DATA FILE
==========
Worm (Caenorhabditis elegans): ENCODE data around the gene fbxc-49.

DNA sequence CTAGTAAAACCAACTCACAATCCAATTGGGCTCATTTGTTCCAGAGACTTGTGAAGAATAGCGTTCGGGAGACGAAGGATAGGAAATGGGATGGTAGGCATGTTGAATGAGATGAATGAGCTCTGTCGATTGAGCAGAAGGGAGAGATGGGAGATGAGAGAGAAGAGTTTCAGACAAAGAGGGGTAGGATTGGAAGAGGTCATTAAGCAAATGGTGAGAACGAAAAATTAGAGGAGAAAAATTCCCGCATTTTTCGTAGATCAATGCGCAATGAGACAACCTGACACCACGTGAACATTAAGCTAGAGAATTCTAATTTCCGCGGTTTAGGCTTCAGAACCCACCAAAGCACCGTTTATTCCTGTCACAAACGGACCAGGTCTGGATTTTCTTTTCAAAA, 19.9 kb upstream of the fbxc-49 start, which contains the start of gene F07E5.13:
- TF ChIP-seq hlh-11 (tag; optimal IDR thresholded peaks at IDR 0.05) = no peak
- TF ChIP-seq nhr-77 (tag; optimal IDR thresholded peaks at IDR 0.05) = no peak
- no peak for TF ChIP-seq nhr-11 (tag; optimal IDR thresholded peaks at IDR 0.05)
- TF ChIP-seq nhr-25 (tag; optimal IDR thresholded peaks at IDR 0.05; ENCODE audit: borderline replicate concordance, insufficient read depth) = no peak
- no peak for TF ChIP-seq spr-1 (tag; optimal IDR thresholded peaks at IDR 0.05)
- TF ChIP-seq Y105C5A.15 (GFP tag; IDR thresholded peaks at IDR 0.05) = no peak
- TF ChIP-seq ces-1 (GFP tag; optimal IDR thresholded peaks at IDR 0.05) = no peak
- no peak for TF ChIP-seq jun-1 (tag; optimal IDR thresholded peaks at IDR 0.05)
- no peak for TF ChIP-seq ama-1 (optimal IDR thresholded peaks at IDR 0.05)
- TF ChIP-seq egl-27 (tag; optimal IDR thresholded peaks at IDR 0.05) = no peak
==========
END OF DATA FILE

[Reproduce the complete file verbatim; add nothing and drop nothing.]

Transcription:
Worm (Caenorhabditis elegans): ENCODE data around the gene fbxc-49.

DNA sequence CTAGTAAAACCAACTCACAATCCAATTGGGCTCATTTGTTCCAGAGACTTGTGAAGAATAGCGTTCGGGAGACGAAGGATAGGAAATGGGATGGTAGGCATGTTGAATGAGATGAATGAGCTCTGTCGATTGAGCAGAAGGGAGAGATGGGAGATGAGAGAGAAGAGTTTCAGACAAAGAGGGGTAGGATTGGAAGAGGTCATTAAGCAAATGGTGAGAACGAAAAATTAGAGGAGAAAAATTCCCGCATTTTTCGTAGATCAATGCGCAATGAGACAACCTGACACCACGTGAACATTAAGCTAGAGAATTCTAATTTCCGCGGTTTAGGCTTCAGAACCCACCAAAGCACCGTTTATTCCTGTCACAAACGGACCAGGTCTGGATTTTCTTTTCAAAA, 19.9 kb upstream of the fbxc-49 start, which contains the start of gene F07E5.13:
- TF ChIP-seq hlh-11 (tag; optimal IDR thresholded peaks at IDR 0.05) = no peak
- TF ChIP-seq nhr-77 (tag; optimal IDR thresholded peaks at IDR 0.05) = no peak
- no peak for TF ChIP-seq nhr-11 (tag; optimal IDR thresholded peaks at IDR 0.05)
- TF ChIP-seq nhr-25 (tag; optimal IDR thresholded peaks at IDR 0.05; ENCODE audit: borderline replicate concordance, insufficient read depth) = no peak
- no peak for TF ChIP-seq spr-1 (tag; optimal IDR thresholded peaks at IDR 0.05)
- TF ChIP-seq Y105C5A.15 (GFP tag; IDR thresholded peaks at IDR 0.05) = no peak
- TF ChIP-seq ces-1 (GFP tag; optimal IDR thresholded peaks at IDR 0.05) = no peak
- no peak for TF ChIP-seq jun-1 (tag; optimal IDR thresholded peaks at IDR 0.05)
- no peak for TF ChIP-seq ama-1 (optimal IDR thresholded peaks at IDR 0.05)
- TF ChIP-seq egl-27 (tag; optimal IDR thresholded peaks at IDR 0.05) = no peak